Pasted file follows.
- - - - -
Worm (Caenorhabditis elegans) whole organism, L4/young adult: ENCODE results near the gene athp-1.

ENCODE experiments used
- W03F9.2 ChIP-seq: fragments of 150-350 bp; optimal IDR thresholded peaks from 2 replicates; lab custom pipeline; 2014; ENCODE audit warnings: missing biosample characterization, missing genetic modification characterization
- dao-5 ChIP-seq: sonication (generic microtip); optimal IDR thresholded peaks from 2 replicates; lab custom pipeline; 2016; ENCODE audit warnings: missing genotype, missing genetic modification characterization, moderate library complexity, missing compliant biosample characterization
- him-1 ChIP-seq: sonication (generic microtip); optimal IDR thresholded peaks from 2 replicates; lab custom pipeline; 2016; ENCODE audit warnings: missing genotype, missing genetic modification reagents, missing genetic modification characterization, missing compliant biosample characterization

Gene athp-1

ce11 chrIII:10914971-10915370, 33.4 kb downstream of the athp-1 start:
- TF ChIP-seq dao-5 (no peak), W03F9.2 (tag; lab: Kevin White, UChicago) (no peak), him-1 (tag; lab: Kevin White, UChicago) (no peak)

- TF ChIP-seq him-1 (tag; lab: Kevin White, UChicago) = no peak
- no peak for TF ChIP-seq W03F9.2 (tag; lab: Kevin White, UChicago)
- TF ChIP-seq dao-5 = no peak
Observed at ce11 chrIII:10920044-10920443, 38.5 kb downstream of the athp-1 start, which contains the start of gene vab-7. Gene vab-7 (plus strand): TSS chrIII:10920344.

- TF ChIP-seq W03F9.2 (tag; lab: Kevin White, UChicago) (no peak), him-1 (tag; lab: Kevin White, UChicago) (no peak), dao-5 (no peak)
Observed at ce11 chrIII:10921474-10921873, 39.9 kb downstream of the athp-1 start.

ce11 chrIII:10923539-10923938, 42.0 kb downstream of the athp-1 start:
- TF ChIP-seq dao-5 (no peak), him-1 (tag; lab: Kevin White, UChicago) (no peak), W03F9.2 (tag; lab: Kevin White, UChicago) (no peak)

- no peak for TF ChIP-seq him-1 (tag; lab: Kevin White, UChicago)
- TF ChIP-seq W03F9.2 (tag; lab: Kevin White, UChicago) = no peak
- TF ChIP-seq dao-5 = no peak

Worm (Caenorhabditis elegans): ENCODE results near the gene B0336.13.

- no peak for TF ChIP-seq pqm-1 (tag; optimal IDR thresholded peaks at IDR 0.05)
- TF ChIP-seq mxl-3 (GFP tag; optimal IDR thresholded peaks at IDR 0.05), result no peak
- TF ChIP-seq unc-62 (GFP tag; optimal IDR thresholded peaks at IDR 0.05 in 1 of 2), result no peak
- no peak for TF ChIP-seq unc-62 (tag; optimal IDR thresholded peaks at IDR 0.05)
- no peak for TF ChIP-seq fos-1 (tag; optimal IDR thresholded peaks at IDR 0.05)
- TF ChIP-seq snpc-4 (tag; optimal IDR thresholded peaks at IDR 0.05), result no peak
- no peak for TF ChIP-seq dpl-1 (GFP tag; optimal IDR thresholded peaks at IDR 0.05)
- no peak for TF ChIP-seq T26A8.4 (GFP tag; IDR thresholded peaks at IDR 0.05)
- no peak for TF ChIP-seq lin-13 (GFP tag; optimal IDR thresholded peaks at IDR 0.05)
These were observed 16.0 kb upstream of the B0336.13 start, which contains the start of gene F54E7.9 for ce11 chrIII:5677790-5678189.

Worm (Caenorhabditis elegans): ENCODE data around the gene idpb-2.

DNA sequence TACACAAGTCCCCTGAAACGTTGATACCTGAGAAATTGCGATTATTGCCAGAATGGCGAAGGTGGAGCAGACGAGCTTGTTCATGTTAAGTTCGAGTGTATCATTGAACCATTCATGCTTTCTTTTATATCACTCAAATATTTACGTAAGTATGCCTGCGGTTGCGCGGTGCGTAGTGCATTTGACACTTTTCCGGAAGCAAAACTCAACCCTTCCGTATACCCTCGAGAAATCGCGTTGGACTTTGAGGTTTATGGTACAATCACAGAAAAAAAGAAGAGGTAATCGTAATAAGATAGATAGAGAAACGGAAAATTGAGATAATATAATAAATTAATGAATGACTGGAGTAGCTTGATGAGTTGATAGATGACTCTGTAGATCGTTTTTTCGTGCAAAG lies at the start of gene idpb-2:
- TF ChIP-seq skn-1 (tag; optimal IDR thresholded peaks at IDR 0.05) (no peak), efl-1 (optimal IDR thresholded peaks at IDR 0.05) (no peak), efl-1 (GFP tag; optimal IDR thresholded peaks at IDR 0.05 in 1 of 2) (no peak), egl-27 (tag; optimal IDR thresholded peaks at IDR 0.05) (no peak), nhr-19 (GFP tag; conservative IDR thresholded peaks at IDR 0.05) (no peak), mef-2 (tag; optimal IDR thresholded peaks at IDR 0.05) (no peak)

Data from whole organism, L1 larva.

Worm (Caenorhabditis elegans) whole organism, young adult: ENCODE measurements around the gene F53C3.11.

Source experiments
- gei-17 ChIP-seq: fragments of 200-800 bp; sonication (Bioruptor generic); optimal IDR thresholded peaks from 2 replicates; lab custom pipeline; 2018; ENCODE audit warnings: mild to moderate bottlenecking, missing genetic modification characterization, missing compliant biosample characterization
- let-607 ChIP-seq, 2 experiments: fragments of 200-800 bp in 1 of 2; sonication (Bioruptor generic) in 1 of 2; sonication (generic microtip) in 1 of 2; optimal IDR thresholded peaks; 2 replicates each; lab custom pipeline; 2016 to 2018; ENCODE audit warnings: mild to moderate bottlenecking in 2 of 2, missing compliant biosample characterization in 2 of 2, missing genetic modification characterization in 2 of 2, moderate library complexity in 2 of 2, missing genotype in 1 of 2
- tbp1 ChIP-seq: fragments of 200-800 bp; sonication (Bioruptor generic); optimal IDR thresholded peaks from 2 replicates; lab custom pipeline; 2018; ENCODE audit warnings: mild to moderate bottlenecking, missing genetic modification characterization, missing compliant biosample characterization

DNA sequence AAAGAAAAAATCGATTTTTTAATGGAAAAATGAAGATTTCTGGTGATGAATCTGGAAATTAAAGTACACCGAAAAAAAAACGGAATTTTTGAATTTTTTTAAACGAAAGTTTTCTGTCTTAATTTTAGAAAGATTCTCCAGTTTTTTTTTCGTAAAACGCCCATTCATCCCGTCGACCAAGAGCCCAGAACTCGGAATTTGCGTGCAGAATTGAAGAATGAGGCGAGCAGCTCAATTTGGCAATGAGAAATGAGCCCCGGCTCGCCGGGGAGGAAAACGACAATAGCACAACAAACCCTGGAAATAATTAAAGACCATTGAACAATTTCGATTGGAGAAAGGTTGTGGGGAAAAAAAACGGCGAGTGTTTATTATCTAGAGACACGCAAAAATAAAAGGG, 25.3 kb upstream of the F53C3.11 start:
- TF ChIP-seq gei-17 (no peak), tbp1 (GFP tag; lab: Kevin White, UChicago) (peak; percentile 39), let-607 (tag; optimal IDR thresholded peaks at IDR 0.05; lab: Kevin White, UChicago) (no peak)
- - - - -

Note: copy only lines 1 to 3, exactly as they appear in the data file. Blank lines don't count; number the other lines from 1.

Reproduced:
Worm (Caenorhabditis elegans) whole organism, L4/young adult: ENCODE results near the gene athp-1.

ENCODE experiments used
- W03F9.2 ChIP-seq: fragments of 150-350 bp; optimal IDR thresholded peaks from 2 replicates; lab custom pipeline; 2014; ENCODE audit warnings: missing biosample characterization, missing genetic modification characterization